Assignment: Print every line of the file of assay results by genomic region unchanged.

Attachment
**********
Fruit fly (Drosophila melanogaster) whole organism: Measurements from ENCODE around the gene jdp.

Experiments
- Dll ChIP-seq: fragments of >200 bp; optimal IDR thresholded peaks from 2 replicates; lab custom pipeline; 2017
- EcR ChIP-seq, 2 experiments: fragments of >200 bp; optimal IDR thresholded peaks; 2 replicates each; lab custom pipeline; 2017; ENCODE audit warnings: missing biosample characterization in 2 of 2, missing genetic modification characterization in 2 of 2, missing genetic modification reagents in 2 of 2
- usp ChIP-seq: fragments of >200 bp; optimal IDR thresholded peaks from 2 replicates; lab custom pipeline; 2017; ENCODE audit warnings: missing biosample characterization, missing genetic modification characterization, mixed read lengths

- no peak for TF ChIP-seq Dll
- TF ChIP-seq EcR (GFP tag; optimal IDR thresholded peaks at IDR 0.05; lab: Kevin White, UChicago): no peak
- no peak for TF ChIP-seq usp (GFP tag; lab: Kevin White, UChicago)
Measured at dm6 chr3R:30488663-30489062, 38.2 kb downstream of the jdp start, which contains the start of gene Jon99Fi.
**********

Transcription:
Fruit fly (Drosophila melanogaster) whole organism: Measurements from ENCODE around the gene jdp.

Experiments
- Dll ChIP-seq: fragments of >200 bp; optimal IDR thresholded peaks from 2 replicates; lab custom pipeline; 2017
- EcR ChIP-seq, 2 experiments: fragments of >200 bp; optimal IDR thresholded peaks; 2 replicates each; lab custom pipeline; 2017; ENCODE audit warnings: missing biosample characterization in 2 of 2, missing genetic modification characterization in 2 of 2, missing genetic modification reagents in 2 of 2
- usp ChIP-seq: fragments of >200 bp; optimal IDR thresholded peaks from 2 replicates; lab custom pipeline; 2017; ENCODE audit warnings: missing biosample characterization, missing genetic modification characterization, mixed read lengths

- no peak for TF ChIP-seq Dll
- TF ChIP-seq EcR (GFP tag; optimal IDR thresholded peaks at IDR 0.05; lab: Kevin White, UChicago): no peak
- no peak for TF ChIP-seq usp (GFP tag; lab: Kevin White, UChicago)
Measured at dm6 chr3R:30488663-30489062, 38.2 kb downstream of the jdp start, which contains the start of gene Jon99Fi.